A safety inspector, also known as occupational health and safety technician or specialist, examines and evaluates organizations, factories, machines, equipment, workplaces, and practices. This is to ensure compliance with state and federal regulations. They usually work for the government both in the office and on the field. Exposure to different risks is inevitable; therefore, safety inspectors must wear protective clothing and gear to ensure their safety while conducting inspections. Moreover, they maintain necessary reports and records to ensure compliance.
Employers seek candidates with at least a high school diploma or its equivalent. Candidates must also have two to three years of experience related to safety inspection. You must be an expert in Occupational Safety and Health Administration (OSHA) standards. Key skills for this job include problem-solving, attention to detail and communication skills. Having relevant certifications is a plus. Safety inspectors earn an average income of $62,515 per year. This varies between $33,000 and $119,000.
There is more than meets the eye when it comes to being a safety inspector. For example, did you know that they make an average of $23.51 an hour? That's $48,909 a year!
Between 2018 and 2028, the career is expected to grow 6% and produce 7,500 job opportunities across the U.S.
There are certain skills that many safety inspectors have in order to accomplish their responsibilities. By taking a look through resumes, we were able to narrow down the most common skills for a person in this position. We discovered that a lot of resumes listed ability to use technology, detail oriented and physical stamina.
When it comes to the most important skills required to be a safety inspector, we found that a lot of resumes listed 11.7% of safety inspectors included osha, while 11.1% of resumes included ensure compliance, and 8.1% of resumes included safety rules. Hard skills like these are helpful to have when it comes to performing essential job responsibilities.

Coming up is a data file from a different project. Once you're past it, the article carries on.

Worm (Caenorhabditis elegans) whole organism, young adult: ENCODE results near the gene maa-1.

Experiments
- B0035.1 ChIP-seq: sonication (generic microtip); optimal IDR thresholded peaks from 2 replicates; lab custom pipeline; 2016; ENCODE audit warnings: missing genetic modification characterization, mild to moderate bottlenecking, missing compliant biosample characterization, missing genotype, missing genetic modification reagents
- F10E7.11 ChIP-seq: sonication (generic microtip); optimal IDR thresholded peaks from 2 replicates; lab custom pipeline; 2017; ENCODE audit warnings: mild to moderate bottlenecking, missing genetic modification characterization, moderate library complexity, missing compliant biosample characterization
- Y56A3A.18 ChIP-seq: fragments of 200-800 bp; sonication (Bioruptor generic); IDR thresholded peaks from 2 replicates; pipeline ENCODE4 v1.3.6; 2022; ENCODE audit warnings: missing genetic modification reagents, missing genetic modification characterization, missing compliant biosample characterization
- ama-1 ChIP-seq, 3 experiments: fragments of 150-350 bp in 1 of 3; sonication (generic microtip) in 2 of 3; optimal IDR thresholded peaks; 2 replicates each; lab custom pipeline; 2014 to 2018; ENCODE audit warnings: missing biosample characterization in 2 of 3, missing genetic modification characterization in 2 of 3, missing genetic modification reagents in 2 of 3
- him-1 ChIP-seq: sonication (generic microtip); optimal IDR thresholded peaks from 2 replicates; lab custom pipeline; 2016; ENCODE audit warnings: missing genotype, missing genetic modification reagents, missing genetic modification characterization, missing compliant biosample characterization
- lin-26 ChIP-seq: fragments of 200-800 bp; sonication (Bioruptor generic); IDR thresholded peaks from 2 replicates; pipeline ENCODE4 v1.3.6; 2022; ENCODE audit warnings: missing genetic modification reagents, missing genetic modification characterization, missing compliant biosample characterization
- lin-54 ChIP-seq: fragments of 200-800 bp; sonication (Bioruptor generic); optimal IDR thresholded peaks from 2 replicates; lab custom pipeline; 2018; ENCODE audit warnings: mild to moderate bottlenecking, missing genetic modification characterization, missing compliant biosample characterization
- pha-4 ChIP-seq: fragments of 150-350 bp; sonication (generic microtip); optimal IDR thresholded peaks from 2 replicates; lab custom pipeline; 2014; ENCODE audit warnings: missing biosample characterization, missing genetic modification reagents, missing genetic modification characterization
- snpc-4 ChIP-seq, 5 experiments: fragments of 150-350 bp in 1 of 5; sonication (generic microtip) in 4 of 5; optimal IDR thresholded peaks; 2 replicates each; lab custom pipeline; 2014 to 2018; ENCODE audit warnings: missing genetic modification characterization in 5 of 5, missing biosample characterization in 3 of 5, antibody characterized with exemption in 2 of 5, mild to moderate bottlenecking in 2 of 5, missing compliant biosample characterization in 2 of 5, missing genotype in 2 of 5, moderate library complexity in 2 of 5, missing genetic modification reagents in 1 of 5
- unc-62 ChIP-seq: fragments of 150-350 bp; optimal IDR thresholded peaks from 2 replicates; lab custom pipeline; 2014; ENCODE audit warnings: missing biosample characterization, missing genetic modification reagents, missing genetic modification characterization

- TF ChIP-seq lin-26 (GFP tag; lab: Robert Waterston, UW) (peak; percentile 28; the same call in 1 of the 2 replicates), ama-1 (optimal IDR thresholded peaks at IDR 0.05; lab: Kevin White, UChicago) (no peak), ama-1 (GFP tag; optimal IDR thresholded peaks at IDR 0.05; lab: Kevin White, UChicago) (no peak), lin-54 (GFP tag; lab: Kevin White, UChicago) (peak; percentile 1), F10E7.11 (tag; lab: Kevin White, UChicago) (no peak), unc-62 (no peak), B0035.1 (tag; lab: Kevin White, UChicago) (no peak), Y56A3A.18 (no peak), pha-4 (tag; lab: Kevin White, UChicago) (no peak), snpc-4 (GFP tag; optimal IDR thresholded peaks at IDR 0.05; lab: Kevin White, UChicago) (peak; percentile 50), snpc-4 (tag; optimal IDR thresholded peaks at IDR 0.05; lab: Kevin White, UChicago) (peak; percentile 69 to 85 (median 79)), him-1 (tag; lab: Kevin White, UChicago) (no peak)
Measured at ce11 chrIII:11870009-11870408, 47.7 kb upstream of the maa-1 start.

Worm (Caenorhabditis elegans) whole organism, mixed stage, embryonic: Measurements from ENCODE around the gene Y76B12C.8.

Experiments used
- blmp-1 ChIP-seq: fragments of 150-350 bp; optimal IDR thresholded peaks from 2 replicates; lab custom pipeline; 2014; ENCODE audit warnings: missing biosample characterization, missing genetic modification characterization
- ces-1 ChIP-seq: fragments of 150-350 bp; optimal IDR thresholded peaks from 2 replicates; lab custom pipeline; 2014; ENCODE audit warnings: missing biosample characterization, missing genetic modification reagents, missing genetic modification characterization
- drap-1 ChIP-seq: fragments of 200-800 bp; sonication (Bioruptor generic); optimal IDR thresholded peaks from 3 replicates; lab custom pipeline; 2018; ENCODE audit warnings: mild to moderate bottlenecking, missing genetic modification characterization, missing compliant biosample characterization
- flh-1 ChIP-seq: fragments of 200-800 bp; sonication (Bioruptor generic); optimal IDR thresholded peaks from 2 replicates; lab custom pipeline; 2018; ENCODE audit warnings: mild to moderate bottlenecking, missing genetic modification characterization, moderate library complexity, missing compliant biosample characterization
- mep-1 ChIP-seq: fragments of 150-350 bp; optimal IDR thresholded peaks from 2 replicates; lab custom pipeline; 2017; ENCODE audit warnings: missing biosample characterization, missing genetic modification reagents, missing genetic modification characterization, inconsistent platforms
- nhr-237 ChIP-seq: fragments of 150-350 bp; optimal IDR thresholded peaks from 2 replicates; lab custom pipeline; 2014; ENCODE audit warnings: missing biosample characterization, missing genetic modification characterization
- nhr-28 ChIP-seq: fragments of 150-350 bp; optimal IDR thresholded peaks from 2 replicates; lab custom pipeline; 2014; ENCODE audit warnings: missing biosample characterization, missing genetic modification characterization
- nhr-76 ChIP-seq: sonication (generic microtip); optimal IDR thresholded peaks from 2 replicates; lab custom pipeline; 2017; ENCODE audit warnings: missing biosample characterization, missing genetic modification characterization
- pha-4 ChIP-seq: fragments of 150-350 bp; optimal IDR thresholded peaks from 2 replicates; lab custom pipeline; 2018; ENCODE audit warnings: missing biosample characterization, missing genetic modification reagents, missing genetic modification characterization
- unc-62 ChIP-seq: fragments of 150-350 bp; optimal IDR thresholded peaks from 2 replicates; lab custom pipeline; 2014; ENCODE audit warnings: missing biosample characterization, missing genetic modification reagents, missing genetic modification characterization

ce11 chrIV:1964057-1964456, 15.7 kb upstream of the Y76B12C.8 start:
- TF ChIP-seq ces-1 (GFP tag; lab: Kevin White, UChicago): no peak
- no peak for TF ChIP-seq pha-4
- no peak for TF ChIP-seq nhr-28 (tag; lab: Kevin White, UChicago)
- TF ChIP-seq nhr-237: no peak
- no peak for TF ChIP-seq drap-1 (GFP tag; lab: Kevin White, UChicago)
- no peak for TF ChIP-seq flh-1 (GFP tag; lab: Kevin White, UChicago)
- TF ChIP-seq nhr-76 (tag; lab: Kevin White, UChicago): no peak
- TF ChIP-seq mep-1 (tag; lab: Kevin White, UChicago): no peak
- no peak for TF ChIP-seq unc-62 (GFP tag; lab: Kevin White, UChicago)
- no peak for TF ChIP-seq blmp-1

When it comes to searching for a job, many search for a key term or phrase. Instead, it might be more helpful to search by industry, as you might be missing jobs that you never thought about in industries that you didn't even think offered positions related to the safety inspector job title. But what industry to start with? Most safety inspectors actually find jobs in the construction and energy industries.
If you're interested in becoming a safety inspector, one of the first things to consider is how much education you need. We've determined that 35.9% of safety inspectors have a bachelor's degree. In terms of higher education levels, we found that 4.1% of safety inspectors have master's degrees. Even though some safety inspectors have a college degree, it's possible to become one with only a high school degree or GED.
Choosing the right major is always an important step when researching how to become a safety inspector. When we researched the most common majors for a safety inspector, we found that they most commonly earn bachelor's degree degrees or associate degree degrees. Other degrees that we often see on safety inspector resumes include high school diploma degrees or master's degree degrees.
You may find that experience in other jobs will help you become a safety inspector. In fact, many safety inspector jobs require experience in a role such as safety coordinator. Meanwhile, many safety inspectors also have previous career experience in roles such as safety manager or safety technician.